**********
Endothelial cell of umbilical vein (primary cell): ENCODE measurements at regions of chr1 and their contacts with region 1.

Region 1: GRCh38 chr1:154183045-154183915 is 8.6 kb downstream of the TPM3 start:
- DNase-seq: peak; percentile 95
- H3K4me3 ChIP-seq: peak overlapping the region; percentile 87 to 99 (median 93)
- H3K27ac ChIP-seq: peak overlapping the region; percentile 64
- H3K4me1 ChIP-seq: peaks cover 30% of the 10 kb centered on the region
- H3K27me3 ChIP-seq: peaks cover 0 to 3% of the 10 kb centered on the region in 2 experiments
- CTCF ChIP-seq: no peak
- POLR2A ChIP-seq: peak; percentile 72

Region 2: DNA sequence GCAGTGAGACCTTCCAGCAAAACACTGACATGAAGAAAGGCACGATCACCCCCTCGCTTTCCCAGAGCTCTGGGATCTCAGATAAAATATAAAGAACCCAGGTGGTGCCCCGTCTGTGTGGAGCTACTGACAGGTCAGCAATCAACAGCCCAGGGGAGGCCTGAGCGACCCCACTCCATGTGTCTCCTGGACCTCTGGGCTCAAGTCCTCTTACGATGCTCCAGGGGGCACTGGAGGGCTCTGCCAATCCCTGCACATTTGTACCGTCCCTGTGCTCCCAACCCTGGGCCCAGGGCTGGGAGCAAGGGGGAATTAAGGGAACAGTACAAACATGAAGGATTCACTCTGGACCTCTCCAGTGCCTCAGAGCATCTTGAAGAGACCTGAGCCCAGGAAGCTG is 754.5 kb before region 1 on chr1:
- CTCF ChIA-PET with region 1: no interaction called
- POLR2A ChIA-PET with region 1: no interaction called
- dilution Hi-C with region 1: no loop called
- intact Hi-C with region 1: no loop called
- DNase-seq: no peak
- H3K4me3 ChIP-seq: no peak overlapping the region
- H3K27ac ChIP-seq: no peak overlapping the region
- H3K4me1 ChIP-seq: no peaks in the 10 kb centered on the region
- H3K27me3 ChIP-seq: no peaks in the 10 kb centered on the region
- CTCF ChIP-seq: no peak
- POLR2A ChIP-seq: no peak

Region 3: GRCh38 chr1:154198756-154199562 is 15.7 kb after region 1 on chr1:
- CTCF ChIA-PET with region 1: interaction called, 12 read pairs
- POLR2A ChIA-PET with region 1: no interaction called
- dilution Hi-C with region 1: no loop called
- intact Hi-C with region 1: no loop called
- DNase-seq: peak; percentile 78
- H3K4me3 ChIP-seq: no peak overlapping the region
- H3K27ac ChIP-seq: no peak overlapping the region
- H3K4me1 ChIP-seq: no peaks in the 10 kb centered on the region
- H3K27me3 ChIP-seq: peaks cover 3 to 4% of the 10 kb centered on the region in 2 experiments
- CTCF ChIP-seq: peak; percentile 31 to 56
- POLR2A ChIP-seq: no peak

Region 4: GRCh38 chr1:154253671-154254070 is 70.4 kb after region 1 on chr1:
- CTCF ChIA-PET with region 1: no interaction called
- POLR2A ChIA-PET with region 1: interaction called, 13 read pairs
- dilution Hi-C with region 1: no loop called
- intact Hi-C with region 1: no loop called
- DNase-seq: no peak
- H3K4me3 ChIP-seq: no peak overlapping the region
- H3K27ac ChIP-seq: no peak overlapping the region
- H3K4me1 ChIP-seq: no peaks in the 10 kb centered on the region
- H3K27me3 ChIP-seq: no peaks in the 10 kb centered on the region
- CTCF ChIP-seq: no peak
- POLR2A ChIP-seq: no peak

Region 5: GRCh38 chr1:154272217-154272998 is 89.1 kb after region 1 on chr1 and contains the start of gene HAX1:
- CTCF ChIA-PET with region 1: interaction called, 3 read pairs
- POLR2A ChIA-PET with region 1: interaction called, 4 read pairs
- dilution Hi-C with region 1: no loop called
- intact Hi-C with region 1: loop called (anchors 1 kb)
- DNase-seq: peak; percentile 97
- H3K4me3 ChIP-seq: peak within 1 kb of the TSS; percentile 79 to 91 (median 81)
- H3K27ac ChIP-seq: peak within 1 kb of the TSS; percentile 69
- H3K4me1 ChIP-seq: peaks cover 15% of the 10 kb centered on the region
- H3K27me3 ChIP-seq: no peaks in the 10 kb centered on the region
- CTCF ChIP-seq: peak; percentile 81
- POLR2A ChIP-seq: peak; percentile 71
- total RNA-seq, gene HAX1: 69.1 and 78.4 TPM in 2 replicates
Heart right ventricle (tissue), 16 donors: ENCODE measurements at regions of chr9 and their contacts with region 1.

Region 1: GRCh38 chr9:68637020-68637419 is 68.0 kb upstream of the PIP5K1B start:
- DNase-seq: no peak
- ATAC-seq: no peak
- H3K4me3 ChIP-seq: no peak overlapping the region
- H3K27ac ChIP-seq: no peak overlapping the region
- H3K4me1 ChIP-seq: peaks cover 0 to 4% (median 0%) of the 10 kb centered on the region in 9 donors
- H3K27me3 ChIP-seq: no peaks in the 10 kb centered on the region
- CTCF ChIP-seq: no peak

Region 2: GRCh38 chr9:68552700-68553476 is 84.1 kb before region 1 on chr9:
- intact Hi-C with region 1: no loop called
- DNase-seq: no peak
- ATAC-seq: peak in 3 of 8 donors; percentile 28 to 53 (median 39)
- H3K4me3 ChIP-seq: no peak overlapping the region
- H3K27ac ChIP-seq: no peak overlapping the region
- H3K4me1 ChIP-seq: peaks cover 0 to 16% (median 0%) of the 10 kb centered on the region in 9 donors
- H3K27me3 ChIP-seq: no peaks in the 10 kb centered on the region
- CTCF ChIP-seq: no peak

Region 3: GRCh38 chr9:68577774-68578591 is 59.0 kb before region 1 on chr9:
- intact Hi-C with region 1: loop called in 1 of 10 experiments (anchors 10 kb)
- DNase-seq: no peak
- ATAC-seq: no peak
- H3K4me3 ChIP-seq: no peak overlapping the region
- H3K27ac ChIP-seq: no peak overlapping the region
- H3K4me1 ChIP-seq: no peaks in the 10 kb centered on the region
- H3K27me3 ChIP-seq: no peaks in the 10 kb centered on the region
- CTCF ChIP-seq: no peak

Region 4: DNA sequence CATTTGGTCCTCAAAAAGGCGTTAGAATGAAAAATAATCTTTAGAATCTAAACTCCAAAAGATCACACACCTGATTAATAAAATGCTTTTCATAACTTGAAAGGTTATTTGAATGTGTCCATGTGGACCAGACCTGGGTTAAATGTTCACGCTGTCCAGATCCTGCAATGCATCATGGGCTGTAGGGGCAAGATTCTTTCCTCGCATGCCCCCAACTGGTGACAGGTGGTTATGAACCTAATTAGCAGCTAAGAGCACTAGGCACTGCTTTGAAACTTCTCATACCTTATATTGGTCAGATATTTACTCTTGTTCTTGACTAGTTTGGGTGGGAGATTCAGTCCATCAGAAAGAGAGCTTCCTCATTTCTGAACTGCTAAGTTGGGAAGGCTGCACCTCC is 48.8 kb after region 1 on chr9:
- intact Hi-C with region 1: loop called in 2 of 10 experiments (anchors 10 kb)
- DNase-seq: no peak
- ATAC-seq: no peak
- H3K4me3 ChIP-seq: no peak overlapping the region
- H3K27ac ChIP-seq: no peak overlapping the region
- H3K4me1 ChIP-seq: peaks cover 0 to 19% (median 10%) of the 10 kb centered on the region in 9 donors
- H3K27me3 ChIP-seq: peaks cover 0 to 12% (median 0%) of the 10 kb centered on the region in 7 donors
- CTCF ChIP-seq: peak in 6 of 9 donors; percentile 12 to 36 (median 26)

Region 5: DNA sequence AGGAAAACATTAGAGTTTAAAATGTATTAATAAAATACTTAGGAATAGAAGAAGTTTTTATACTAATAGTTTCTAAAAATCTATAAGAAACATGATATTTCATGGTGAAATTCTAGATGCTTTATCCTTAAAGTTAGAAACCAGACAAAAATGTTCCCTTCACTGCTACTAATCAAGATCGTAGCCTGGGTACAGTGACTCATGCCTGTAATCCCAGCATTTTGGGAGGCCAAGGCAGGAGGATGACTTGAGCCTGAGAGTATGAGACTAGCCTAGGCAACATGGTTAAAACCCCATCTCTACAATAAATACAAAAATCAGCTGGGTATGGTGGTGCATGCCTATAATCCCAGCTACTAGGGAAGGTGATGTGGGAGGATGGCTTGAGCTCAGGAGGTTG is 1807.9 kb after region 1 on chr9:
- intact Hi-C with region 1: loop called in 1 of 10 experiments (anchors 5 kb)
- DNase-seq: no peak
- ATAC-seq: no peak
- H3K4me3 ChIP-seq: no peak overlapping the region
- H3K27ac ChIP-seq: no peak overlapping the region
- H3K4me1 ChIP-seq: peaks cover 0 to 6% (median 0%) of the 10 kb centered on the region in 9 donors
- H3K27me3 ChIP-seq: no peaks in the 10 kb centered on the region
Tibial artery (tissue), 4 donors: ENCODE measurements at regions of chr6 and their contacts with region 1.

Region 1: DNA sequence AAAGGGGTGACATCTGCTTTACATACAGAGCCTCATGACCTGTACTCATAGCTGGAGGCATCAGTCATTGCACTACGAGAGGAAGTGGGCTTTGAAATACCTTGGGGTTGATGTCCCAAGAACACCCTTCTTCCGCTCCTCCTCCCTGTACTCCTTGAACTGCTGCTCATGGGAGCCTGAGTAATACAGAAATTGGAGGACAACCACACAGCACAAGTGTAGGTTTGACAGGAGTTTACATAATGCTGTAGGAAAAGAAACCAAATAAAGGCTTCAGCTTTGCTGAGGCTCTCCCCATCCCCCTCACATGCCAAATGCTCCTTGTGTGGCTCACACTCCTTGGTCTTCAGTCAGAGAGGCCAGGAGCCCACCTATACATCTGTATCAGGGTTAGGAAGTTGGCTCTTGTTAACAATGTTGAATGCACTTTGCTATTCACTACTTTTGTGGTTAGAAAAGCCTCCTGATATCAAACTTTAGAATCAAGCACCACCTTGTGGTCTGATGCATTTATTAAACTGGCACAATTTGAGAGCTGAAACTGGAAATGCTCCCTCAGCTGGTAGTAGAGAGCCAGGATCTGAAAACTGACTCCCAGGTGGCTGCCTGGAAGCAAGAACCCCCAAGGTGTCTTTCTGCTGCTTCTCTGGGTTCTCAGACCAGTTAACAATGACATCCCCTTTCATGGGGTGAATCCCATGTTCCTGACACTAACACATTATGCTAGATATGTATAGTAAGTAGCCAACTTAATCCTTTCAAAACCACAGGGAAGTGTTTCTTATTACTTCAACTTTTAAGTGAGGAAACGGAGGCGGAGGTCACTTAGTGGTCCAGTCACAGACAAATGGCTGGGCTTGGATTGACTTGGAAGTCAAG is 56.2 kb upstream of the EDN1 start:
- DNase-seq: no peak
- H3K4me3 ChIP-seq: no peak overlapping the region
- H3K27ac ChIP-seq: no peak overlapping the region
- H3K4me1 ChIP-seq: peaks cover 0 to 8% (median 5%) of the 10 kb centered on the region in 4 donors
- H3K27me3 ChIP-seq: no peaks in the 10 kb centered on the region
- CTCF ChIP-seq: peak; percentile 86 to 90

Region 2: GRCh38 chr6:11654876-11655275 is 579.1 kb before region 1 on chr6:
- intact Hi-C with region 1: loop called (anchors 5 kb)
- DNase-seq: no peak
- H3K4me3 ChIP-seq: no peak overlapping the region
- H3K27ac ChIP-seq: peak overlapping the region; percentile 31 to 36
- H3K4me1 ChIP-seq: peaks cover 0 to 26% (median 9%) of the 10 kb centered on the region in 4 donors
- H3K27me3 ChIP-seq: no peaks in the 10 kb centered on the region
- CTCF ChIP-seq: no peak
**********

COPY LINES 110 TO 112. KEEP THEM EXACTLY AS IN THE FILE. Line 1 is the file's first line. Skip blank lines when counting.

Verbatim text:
- CTCF ChIP-seq: peak; percentile 86 to 90

Region 2: GRCh38 chr6:11654876-11655275 is 579.1 kb before region 1 on chr6:
- intact Hi-C with region 1: loop called (anchors 5 kb)